What Kind Of Bicycle Tires Do You Use?

What Kind Of Bicycle Tires Do You Use?

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People always ask me, “What kind of bicycle tires do you use on your travels all around the world?”

They usually go on to tell me that their friend… or the guy at their local bike shop… or some random stranger on the Internet recommended a particular type of tire (usually the Schwalbe Marathon Plus tires), but they want my opinion on the matter.

My response is usually a something like this: “Those tires that you were told about are a good tire to start out with. But if you’re planning to spend several months on your bicycle (like you would during a bike tour across an entire continent… or around the world) then those are simply the tires you are going to start out with. At some point during your bike tour, those tires will need to be replaced. It doesn’t matter how good your tires are – at some point, they will need to be replaced with new ones! And when that time comes, you will have to use whatever types of tires you can find in the part of the world that you are currently in. And you probably won’t be able to find that particular brand/type of tire once you’re away from home. Instead, you’re going to have to use the best tire you can find in the area you happen to be.”

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33 Comments

  1. Wallace Pelletier on August 3, 2019 at 1:58 am

    that new set is a nice looking pair of tires.



  2. Matthew Perry on August 3, 2019 at 1:59 am

    So how did the Rubena tires hold up?



  3. TheNoratek on August 3, 2019 at 1:59 am

    How often did you have to change your tires on your tour through Sweden?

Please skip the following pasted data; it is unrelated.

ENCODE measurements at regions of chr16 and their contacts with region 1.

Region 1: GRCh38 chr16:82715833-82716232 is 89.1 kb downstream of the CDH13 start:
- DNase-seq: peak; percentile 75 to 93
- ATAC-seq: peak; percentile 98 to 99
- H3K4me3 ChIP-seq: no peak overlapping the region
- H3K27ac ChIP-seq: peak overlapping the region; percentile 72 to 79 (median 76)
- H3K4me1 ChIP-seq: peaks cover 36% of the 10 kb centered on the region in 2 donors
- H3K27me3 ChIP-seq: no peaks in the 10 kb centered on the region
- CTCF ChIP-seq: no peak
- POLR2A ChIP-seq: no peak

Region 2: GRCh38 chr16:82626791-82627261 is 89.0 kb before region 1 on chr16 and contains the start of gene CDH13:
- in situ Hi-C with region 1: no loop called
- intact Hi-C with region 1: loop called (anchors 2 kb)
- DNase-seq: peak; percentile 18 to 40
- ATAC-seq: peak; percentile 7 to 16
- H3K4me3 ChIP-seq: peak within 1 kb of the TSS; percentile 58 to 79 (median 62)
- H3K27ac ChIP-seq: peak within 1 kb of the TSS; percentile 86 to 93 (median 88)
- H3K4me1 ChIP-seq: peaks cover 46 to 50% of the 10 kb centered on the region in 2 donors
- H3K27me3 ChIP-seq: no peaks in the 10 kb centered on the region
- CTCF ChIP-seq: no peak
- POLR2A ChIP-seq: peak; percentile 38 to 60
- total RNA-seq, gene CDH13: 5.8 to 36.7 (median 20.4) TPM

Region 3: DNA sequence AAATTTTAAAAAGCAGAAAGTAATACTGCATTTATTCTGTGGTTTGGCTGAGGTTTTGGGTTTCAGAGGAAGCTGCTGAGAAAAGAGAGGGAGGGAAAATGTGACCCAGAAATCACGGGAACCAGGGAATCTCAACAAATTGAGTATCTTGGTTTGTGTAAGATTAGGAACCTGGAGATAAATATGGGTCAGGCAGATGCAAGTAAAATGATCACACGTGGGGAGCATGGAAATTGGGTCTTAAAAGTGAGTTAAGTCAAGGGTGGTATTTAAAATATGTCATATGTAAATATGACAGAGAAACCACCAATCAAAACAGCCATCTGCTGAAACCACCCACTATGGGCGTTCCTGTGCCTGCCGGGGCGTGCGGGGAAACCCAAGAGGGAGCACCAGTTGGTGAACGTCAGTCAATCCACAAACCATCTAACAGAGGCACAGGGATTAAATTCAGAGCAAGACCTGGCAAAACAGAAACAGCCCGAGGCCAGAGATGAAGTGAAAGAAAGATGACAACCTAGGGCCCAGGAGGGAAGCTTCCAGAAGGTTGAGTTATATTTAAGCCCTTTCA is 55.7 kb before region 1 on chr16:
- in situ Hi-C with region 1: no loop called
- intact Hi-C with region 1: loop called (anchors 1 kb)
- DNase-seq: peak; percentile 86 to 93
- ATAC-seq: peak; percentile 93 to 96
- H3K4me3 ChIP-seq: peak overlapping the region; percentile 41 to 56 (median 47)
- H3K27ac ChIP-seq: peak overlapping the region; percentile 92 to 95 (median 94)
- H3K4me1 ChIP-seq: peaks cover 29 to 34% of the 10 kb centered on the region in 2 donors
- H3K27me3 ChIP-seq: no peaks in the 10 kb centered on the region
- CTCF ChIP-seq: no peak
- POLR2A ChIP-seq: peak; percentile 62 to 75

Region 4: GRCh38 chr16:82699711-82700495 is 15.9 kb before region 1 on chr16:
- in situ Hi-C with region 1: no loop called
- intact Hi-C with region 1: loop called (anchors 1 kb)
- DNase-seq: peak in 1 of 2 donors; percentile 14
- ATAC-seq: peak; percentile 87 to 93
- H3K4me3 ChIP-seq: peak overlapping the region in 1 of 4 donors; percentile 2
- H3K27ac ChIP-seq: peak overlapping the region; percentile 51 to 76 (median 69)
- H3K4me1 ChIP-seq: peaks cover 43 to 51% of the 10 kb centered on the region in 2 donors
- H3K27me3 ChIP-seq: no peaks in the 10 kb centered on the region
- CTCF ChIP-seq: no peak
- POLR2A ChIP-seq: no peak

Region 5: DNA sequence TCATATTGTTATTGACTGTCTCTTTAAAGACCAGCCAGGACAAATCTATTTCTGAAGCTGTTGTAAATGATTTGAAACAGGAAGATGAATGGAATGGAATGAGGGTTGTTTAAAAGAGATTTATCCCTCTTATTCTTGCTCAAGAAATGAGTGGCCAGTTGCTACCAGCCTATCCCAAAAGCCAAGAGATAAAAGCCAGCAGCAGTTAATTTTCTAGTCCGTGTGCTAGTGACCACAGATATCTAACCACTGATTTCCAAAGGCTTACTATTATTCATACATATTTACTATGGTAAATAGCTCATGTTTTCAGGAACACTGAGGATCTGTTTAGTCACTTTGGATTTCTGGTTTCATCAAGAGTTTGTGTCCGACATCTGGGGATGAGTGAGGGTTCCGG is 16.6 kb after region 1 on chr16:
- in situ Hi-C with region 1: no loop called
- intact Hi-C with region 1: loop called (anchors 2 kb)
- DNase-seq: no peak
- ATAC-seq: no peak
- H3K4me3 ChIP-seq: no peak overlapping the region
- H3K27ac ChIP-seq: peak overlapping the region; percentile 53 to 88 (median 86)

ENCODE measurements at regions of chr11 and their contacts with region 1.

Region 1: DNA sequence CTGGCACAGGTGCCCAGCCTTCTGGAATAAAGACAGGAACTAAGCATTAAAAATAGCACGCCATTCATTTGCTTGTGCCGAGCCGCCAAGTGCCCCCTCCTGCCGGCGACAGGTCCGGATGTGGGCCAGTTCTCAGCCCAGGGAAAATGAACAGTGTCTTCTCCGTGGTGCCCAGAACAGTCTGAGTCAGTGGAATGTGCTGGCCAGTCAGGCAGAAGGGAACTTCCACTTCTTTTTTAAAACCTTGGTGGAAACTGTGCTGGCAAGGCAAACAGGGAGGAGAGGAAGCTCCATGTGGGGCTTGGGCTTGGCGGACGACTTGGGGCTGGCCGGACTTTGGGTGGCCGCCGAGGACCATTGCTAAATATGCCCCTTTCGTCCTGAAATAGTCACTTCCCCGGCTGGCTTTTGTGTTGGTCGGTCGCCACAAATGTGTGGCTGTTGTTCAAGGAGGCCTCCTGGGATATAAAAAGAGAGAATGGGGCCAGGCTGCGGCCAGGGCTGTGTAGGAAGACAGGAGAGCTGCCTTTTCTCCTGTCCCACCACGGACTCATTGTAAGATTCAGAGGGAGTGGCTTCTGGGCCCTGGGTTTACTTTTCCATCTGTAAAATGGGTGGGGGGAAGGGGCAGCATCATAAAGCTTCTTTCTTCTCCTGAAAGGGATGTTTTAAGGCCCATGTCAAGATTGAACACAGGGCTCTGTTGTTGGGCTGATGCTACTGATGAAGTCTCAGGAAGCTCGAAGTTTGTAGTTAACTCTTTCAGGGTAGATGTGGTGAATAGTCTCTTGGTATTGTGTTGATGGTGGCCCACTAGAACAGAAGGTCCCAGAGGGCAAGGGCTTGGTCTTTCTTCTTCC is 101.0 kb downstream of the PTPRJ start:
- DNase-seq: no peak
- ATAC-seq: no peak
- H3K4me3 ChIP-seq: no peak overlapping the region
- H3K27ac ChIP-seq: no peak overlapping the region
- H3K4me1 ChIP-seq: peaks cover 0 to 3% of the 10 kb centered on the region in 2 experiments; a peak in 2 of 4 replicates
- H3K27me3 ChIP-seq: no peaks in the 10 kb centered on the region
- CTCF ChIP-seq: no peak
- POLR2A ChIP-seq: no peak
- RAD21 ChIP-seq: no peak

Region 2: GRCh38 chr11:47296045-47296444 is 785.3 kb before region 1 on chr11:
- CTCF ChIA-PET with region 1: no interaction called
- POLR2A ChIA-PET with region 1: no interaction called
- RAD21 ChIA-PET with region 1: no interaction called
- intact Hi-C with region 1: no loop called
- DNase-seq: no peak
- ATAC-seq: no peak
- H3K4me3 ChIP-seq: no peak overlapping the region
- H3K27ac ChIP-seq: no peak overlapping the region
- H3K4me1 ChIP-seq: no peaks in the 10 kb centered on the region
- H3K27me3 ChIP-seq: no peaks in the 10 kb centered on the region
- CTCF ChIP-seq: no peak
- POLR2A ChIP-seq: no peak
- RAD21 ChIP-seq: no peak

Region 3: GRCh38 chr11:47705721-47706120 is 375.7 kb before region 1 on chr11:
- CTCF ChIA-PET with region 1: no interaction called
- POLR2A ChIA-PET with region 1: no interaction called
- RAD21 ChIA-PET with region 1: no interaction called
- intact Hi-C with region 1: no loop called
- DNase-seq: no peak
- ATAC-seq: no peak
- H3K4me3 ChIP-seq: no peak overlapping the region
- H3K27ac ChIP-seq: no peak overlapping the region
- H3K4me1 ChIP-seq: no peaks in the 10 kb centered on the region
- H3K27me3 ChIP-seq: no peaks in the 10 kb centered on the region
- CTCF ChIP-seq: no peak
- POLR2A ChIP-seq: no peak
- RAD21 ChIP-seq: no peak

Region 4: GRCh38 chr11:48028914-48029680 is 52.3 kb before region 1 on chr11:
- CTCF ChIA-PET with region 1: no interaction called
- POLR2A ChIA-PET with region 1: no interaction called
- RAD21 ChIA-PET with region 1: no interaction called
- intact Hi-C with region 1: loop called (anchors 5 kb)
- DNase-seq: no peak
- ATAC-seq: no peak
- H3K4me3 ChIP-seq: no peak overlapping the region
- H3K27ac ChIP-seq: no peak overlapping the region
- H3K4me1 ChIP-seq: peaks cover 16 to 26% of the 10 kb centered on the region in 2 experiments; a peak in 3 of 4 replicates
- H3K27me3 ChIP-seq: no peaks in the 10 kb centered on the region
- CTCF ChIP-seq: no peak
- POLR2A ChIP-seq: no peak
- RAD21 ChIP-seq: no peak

4. allgoo19 on August 3, 2019 at 2:01 am

    "The best tires are the ones you can find."

    I found it extremely practical.



  5. HUGE PURVIEW on August 3, 2019 at 2:02 am

    Those Rubena’s looked good. Happy trails!



  6. Tytus El on August 3, 2019 at 2:03 am

    Rubena is much better than cheap chinese rubbers



  7. David Parker on August 3, 2019 at 2:07 am

    Makes sense to me. Though it is still hard to beat the level six puncture resistance of a Schwalbe Marathon Plus, or the universality, and level 6 longevity of their Marathon Mondial. I was lucky enough to get a set of Schwalbe’s Dureme tandem tires at sell out, which have a super wall, rain grip, and low rolling resistance, and although they only have level 5 puncture protection, I just run Tuffy Liners, like I would if I were running any tire, including their Marathon Plus with level 6 flat protection. { I do not like flats. }Β  Even though you have to deal with limited selections at times, you still know how to buy to best kind of tire. I can see that. You learn that after riding a lot. I have an advantage though of just being a dedicated commuter, who can only dream of touring. Local bike shops near me only go as high as Specialized tires, which you can hardly wear out. I had to get my Schwalbes on line. You just have to make sure to always get the very best walls, and rubber quality as you can possibly can, not to mention superior weaves, and material such as kevlar, for stability, and puncture protection.



  8. Corey Howard on August 3, 2019 at 2:07 am

    what size tho



  9. Senapspiser on August 3, 2019 at 2:07 am

    If I’m not completely wrong your new tires are typical city tires. Will probably serve you well and if they actually are made in CZ, i’ll guess the quality is good too.



  10. Joseph Quam on August 3, 2019 at 2:09 am

    Informative video. Do the best you can with what you have available. Question. Why don’t you ride tubeless tires?



  11. Diluted Mind on August 3, 2019 at 2:15 am

    Idiot, has internet… doesnt order tires online.



  12. benson420710 on August 3, 2019 at 2:19 am

    I paid almost 30$ a tire for my cult deharts 2.42 (I ride bmx) and ive rode them for almost 4 years straight now and I do alot of long rides with a 170mm crank arm with 25/9 teeth ratio although I do alot of street riding it also contains alot of tricks so its harder on tires and im just now loosing the kenda squeak that most kenda rubber brings, dont cheap out on tires that last 10k miles compared to 40k+ mile tires that they just label as "premium" I used to buy the regular 15$ tires from specialized shops and they lost the tread in a week if that compared to cult or even odyssey tires. the thicker the tire the better for durability:)



  13. Bicycle Touring Explorer on August 3, 2019 at 2:22 am